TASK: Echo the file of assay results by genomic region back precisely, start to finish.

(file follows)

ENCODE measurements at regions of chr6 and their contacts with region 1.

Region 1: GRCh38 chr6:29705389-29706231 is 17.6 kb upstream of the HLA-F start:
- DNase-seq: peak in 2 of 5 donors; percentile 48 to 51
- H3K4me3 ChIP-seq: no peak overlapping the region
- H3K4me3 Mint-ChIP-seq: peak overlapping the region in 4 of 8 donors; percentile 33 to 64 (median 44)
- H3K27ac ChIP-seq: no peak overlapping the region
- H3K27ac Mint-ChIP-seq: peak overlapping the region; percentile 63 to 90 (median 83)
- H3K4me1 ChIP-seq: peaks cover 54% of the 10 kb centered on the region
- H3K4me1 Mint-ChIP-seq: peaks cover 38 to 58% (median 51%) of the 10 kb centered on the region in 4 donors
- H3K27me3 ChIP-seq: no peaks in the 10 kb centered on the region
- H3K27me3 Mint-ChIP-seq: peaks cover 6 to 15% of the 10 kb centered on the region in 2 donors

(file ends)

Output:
ENCODE measurements at regions of chr6 and their contacts with region 1.

Region 1: GRCh38 chr6:29705389-29706231 is 17.6 kb upstream of the HLA-F start:
- DNase-seq: peak in 2 of 5 donors; percentile 48 to 51
- H3K4me3 ChIP-seq: no peak overlapping the region
- H3K4me3 Mint-ChIP-seq: peak overlapping the region in 4 of 8 donors; percentile 33 to 64 (median 44)
- H3K27ac ChIP-seq: no peak overlapping the region
- H3K27ac Mint-ChIP-seq: peak overlapping the region; percentile 63 to 90 (median 83)
- H3K4me1 ChIP-seq: peaks cover 54% of the 10 kb centered on the region
- H3K4me1 Mint-ChIP-seq: peaks cover 38 to 58% (median 51%) of the 10 kb centered on the region in 4 donors
- H3K27me3 ChIP-seq: no peaks in the 10 kb centered on the region
- H3K27me3 Mint-ChIP-seq: peaks cover 6 to 15% of the 10 kb centered on the region in 2 donors